Let me be very specific here. A young lady has a creature in mind, similar to a poke`mon animal. To make it 3D height, width depth what would be the best program to use? Working in 2D all my life I have trouble explaining this. If that same young lady has drawn and painted a character (2D) it seem reasonable to me, she CANNOT scan that image and put it into some program to make it 3D? It seems to me a computer generated model must be build (it sounds like scuptrus). When asking this question in the past I have been told sketch-up, but scretch up to me . . . seems to be too geometric and now round curved and smooth. I am at a complete loss as to what program we should use??? I should tell you that cost is an issue, because our budget does not allow for further spending until next July. So assuming some wonderful person out there in forum land provides me a software and perhaps some basic instruction or resources how to use it . . . what is the very best way to insure the polygon structure is accurate, supports are generated and most importantly HOW TO GET THE FILE CONVERTED TO AN .STL FILE FORMAT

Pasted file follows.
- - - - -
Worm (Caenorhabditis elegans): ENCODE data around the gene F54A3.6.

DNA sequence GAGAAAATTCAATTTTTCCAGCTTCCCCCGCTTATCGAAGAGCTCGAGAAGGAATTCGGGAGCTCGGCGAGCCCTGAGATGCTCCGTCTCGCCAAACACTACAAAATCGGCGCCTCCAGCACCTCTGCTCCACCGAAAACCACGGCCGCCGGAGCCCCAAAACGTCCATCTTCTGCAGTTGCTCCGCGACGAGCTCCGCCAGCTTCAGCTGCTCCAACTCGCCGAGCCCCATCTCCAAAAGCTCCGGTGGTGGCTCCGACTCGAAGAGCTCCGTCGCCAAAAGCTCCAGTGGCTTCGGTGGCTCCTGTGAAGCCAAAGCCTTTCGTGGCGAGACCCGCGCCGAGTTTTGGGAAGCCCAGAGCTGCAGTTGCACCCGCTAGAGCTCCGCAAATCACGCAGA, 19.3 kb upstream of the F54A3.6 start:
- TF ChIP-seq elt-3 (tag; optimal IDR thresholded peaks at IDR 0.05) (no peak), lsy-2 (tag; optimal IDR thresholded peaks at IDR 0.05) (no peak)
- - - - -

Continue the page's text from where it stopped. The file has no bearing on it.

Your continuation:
I am not lazy, but this learning something from scratch is very difficult. I am not a PC computer person at all. I have used Apple ALL OF MY PROFESSIONAL career and I only started 3D printing 15 months ago. I really want to learn how to do this, so I can provide that to my students, but I also have a family and other commitments that make sitting down to look stuff up very very hard. I am taking the time to type this on a Sunday because it really needs to happen and I hate thinking of the 3D equipment as boat anchors!

    Please, Please, please, please, please help me and my students out! My phone number at school is 513-932-5677 ext. 5286 my email at school is I would appreciate recommendations, step by step instructions etc. My student remain excited about the POTENTIAL this technology has, but I fear they will become disinterested should I not be able to answer these questions. Perhaps you don't know the answers, but you do know someone who might . . . please forward my information. I greatly appreciate you reading this long message and I hope and pray someone in 3D printing land can help us out!

    Howard Norris

  2. #2
    Staff Engineer
    Join Date
    Jan 2014
    Oakland, CA